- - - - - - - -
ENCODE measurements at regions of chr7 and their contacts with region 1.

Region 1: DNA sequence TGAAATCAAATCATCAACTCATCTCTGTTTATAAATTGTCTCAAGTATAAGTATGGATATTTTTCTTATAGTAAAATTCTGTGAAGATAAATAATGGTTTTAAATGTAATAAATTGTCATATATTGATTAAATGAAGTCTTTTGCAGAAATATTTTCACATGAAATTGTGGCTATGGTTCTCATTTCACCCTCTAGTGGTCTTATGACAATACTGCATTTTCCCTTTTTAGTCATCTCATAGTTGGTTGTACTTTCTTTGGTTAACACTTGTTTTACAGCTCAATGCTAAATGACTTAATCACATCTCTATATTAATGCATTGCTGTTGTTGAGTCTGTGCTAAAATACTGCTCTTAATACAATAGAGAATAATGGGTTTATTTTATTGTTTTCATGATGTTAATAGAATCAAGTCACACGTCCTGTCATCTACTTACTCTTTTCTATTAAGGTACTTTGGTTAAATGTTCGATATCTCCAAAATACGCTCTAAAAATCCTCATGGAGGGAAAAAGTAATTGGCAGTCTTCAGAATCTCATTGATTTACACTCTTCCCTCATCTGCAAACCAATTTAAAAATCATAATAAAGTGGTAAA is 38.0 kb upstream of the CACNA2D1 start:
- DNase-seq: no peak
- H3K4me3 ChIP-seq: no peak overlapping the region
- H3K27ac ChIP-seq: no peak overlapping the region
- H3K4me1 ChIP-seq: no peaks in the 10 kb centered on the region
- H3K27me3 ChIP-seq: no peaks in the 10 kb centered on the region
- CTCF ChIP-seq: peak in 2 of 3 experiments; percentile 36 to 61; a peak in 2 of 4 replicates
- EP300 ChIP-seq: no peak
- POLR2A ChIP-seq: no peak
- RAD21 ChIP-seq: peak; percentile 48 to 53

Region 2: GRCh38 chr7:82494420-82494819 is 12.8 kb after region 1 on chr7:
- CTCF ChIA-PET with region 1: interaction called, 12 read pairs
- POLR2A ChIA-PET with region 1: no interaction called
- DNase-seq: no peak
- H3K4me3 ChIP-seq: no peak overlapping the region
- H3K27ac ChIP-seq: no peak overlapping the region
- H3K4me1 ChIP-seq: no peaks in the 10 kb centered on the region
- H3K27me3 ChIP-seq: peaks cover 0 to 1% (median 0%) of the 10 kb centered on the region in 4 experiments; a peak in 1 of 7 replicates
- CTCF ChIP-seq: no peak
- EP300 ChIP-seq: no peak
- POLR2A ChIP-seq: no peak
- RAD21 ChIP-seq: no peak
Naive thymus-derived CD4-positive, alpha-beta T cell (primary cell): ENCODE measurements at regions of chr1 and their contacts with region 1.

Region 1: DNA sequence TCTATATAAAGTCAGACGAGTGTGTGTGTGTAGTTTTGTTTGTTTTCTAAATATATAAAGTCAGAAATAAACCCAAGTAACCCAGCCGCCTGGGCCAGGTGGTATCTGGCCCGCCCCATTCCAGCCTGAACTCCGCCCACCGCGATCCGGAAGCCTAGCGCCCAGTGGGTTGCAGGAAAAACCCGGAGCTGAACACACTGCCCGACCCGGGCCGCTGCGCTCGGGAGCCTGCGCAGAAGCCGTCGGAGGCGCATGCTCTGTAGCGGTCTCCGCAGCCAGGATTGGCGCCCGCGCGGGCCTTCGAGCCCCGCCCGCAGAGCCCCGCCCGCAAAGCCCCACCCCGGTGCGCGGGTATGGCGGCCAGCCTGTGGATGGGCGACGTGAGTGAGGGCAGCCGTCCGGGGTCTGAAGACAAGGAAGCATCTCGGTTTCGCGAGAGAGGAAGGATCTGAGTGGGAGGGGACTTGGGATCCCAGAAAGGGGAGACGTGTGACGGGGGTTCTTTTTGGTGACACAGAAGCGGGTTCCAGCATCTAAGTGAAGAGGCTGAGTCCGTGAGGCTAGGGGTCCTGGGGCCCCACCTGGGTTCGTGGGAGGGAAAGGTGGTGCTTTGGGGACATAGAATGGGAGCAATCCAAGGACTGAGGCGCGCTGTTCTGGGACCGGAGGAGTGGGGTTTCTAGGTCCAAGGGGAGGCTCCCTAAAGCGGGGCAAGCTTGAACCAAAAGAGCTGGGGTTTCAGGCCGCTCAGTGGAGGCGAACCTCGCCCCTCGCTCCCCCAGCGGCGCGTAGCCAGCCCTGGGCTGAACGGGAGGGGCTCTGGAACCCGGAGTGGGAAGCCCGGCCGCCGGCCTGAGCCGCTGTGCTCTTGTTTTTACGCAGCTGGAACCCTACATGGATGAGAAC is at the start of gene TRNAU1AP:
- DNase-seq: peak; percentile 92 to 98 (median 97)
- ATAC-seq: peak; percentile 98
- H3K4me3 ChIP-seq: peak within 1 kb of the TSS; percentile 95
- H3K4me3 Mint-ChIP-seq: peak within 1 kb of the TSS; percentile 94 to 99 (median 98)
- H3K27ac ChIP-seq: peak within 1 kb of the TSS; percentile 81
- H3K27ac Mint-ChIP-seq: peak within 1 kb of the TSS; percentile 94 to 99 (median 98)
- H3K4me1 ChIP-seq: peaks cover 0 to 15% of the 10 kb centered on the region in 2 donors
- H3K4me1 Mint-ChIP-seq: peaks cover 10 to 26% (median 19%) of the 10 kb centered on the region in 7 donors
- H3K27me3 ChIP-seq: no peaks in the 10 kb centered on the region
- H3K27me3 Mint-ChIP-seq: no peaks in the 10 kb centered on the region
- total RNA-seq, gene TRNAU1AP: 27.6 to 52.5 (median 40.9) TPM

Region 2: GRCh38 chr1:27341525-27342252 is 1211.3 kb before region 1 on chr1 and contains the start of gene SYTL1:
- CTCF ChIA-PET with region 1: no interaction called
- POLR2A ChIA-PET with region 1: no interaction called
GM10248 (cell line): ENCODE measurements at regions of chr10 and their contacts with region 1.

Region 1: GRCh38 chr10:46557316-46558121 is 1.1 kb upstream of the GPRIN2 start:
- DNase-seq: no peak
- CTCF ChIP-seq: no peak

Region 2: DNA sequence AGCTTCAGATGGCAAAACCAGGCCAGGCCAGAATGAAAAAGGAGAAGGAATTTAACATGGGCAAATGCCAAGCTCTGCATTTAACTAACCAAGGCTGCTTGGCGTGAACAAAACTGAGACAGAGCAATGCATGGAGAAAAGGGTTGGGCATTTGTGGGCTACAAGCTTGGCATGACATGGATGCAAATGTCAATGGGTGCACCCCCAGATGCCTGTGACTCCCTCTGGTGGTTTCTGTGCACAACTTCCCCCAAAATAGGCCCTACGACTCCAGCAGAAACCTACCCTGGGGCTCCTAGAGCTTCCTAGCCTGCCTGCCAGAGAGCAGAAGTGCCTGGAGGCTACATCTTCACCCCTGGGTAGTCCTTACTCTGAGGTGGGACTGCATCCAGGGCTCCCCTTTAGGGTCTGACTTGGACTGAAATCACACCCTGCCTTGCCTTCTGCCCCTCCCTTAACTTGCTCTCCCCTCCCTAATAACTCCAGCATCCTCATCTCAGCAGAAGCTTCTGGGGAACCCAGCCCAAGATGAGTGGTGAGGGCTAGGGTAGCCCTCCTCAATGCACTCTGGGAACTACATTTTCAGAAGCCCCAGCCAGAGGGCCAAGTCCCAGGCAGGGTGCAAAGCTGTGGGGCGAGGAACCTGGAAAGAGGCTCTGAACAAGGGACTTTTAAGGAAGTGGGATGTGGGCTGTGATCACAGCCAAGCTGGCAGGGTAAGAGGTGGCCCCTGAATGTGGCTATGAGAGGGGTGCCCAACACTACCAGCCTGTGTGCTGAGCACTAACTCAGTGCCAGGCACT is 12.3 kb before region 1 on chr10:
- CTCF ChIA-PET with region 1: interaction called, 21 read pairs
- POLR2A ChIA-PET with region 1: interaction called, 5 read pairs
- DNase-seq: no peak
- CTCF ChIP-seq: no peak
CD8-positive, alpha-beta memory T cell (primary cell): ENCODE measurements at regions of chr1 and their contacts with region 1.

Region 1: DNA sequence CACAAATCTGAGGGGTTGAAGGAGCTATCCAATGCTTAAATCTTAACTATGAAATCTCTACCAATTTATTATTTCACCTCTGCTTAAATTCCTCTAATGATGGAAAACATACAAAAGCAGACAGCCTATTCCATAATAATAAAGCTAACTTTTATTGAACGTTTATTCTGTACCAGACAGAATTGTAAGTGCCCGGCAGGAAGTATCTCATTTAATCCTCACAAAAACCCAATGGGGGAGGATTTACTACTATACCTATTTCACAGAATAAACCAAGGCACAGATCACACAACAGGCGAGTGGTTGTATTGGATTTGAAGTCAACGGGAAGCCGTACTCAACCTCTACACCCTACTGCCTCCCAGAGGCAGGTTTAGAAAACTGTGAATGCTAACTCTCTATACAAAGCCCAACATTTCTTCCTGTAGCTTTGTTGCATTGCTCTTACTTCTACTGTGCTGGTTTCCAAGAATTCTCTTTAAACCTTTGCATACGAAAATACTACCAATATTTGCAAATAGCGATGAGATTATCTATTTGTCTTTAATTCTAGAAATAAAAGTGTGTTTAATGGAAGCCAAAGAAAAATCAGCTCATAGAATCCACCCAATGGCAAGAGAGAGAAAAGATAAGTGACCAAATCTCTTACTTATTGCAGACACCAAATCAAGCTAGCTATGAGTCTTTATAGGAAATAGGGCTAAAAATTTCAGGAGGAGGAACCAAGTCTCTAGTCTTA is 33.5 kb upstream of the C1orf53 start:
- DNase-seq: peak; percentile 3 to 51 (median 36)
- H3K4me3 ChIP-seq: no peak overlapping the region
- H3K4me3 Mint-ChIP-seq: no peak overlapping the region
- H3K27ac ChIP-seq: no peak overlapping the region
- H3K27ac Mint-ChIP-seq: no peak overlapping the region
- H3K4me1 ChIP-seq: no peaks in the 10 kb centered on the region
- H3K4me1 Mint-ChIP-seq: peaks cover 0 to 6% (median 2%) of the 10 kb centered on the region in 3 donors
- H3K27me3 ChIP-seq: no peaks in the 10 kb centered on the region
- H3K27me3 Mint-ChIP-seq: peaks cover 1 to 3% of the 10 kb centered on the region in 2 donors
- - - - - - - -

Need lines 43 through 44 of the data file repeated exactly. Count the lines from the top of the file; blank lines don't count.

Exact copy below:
- CTCF ChIP-seq: no peak

Region 2: DNA sequence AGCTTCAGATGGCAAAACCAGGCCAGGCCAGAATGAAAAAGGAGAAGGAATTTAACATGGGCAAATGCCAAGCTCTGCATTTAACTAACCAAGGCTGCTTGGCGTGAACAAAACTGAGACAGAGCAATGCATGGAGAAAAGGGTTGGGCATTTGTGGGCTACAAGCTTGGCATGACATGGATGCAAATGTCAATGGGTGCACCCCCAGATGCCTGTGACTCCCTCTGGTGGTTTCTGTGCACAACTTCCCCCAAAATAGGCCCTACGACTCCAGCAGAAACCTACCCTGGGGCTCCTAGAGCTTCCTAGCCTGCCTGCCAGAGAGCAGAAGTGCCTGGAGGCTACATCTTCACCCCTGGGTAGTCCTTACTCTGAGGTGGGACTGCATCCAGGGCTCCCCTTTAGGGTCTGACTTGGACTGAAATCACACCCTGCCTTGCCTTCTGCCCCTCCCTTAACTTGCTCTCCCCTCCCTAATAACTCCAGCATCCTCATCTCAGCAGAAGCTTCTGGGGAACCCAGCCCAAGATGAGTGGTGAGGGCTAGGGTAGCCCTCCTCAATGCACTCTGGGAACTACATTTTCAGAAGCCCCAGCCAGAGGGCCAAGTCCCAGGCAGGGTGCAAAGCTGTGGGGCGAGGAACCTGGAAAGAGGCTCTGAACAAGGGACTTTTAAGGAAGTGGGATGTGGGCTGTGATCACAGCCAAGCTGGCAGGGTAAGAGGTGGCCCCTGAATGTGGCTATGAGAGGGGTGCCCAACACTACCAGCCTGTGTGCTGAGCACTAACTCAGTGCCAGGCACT is 12.3 kb before region 1 on chr10: